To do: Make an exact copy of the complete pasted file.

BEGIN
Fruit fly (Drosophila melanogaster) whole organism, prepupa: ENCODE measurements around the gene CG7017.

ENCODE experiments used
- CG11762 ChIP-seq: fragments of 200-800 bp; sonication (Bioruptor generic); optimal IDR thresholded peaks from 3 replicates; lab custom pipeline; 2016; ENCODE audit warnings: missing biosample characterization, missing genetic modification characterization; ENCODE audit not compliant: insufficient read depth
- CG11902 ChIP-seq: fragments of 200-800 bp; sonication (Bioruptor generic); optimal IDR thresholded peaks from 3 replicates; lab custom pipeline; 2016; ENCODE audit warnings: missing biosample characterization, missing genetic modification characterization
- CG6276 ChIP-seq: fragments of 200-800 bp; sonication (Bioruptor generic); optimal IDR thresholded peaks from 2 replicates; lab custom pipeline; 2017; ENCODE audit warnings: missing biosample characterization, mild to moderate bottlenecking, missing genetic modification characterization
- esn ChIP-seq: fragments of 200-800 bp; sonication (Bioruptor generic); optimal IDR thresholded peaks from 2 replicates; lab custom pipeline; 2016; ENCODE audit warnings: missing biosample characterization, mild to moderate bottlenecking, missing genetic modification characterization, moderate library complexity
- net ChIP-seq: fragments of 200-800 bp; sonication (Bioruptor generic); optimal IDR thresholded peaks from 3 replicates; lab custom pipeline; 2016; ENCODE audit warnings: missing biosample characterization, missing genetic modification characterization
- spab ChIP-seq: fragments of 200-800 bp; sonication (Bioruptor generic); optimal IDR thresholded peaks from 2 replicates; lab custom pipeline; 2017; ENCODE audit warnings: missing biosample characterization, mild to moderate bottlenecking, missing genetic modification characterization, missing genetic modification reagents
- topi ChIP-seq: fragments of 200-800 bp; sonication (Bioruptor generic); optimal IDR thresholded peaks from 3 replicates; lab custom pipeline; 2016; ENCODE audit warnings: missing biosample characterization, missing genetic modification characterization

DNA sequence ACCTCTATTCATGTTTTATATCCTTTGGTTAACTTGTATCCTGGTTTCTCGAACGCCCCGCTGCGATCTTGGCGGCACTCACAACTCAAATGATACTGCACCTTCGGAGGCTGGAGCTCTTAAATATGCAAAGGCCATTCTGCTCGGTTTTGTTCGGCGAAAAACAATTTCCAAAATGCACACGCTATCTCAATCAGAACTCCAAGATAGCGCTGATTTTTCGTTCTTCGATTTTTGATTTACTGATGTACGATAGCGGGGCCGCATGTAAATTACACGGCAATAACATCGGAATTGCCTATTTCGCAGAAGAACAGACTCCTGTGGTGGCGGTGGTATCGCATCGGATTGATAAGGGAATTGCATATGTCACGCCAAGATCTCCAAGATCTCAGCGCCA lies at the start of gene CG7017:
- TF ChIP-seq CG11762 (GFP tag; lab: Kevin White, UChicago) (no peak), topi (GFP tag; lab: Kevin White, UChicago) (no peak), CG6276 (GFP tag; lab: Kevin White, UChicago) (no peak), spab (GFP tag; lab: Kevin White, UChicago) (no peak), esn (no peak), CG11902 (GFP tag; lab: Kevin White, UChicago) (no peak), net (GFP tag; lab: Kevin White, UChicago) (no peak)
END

Fruit fly (Drosophila melanogaster) whole organism, prepupa: ENCODE measurements around the gene CG7017.

ENCODE experiments used
- CG11762 ChIP-seq: fragments of 200-800 bp; sonication (Bioruptor generic); optimal IDR thresholded peaks from 3 replicates; lab custom pipeline; 2016; ENCODE audit warnings: missing biosample characterization, missing genetic modification characterization; ENCODE audit not compliant: insufficient read depth
- CG11902 ChIP-seq: fragments of 200-800 bp; sonication (Bioruptor generic); optimal IDR thresholded peaks from 3 replicates; lab custom pipeline; 2016; ENCODE audit warnings: missing biosample characterization, missing genetic modification characterization
- CG6276 ChIP-seq: fragments of 200-800 bp; sonication (Bioruptor generic); optimal IDR thresholded peaks from 2 replicates; lab custom pipeline; 2017; ENCODE audit warnings: missing biosample characterization, mild to moderate bottlenecking, missing genetic modification characterization
- esn ChIP-seq: fragments of 200-800 bp; sonication (Bioruptor generic); optimal IDR thresholded peaks from 2 replicates; lab custom pipeline; 2016; ENCODE audit warnings: missing biosample characterization, mild to moderate bottlenecking, missing genetic modification characterization, moderate library complexity
- net ChIP-seq: fragments of 200-800 bp; sonication (Bioruptor generic); optimal IDR thresholded peaks from 3 replicates; lab custom pipeline; 2016; ENCODE audit warnings: missing biosample characterization, missing genetic modification characterization
- spab ChIP-seq: fragments of 200-800 bp; sonication (Bioruptor generic); optimal IDR thresholded peaks from 2 replicates; lab custom pipeline; 2017; ENCODE audit warnings: missing biosample characterization, mild to moderate bottlenecking, missing genetic modification characterization, missing genetic modification reagents
- topi ChIP-seq: fragments of 200-800 bp; sonication (Bioruptor generic); optimal IDR thresholded peaks from 3 replicates; lab custom pipeline; 2016; ENCODE audit warnings: missing biosample characterization, missing genetic modification characterization

DNA sequence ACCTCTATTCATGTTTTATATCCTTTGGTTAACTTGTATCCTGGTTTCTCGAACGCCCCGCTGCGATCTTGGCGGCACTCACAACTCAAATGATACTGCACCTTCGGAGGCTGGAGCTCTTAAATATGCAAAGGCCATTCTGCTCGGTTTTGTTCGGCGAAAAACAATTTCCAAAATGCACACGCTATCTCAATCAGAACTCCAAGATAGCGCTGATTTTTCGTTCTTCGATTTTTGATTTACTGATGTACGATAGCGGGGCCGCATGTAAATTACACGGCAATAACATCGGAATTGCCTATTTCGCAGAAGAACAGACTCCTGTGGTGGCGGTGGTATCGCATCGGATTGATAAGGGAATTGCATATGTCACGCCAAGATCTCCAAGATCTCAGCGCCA lies at the start of gene CG7017:
- TF ChIP-seq CG11762 (GFP tag; lab: Kevin White, UChicago) (no peak), topi (GFP tag; lab: Kevin White, UChicago) (no peak), CG6276 (GFP tag; lab: Kevin White, UChicago) (no peak), spab (GFP tag; lab: Kevin White, UChicago) (no peak), esn (no peak), CG11902 (GFP tag; lab: Kevin White, UChicago) (no peak), net (GFP tag; lab: Kevin White, UChicago) (no peak)